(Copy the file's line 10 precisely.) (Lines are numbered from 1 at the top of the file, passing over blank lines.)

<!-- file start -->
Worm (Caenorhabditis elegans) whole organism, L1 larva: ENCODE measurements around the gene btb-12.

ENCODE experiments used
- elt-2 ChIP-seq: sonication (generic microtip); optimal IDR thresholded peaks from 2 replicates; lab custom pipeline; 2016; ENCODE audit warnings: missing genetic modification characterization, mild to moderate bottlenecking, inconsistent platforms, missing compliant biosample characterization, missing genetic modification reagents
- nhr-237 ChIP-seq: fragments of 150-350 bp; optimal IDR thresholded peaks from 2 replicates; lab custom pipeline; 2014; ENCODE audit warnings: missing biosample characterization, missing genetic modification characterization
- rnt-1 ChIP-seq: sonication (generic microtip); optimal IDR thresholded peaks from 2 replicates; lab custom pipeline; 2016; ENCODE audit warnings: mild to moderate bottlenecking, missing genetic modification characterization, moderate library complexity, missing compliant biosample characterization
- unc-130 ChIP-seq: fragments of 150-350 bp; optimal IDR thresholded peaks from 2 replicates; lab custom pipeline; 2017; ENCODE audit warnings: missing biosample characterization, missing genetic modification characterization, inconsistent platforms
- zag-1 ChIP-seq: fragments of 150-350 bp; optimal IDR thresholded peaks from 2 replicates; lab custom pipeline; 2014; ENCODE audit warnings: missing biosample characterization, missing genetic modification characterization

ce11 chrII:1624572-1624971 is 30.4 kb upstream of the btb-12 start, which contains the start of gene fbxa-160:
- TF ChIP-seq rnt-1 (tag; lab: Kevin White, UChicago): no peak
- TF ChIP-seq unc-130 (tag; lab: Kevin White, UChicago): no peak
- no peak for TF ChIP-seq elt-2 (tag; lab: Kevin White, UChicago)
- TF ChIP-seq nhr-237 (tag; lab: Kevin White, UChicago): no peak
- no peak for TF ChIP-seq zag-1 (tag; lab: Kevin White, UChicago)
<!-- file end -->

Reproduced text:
- TF ChIP-seq unc-130 (tag; lab: Kevin White, UChicago): no peak